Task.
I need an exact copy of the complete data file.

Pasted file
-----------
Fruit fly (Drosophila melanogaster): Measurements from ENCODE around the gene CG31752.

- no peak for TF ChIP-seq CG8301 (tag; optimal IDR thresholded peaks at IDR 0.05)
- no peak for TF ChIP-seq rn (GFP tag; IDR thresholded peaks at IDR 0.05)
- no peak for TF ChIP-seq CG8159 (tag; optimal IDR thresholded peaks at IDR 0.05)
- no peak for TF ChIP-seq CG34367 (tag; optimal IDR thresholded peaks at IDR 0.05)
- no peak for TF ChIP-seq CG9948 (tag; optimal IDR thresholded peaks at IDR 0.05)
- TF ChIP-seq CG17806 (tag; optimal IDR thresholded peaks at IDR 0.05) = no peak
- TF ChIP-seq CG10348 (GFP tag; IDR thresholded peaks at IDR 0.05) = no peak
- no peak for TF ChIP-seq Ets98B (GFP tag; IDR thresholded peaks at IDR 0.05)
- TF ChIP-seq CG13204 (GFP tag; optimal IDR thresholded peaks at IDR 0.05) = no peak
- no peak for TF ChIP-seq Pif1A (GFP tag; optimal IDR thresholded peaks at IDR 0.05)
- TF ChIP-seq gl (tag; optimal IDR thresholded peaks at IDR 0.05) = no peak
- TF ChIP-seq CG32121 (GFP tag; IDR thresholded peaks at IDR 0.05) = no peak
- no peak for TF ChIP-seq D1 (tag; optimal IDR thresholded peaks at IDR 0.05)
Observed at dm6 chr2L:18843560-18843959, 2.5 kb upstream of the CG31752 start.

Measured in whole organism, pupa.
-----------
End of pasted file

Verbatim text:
Fruit fly (Drosophila melanogaster): Measurements from ENCODE around the gene CG31752.

- no peak for TF ChIP-seq CG8301 (tag; optimal IDR thresholded peaks at IDR 0.05)
- no peak for TF ChIP-seq rn (GFP tag; IDR thresholded peaks at IDR 0.05)
- no peak for TF ChIP-seq CG8159 (tag; optimal IDR thresholded peaks at IDR 0.05)
- no peak for TF ChIP-seq CG34367 (tag; optimal IDR thresholded peaks at IDR 0.05)
- no peak for TF ChIP-seq CG9948 (tag; optimal IDR thresholded peaks at IDR 0.05)
- TF ChIP-seq CG17806 (tag; optimal IDR thresholded peaks at IDR 0.05) = no peak
- TF ChIP-seq CG10348 (GFP tag; IDR thresholded peaks at IDR 0.05) = no peak
- no peak for TF ChIP-seq Ets98B (GFP tag; IDR thresholded peaks at IDR 0.05)
- TF ChIP-seq CG13204 (GFP tag; optimal IDR thresholded peaks at IDR 0.05) = no peak
- no peak for TF ChIP-seq Pif1A (GFP tag; optimal IDR thresholded peaks at IDR 0.05)
- TF ChIP-seq gl (tag; optimal IDR thresholded peaks at IDR 0.05) = no peak
- TF ChIP-seq CG32121 (GFP tag; IDR thresholded peaks at IDR 0.05) = no peak
- no peak for TF ChIP-seq D1 (tag; optimal IDR thresholded peaks at IDR 0.05)
Observed at dm6 chr2L:18843560-18843959, 2.5 kb upstream of the CG31752 start.

Measured in whole organism, pupa.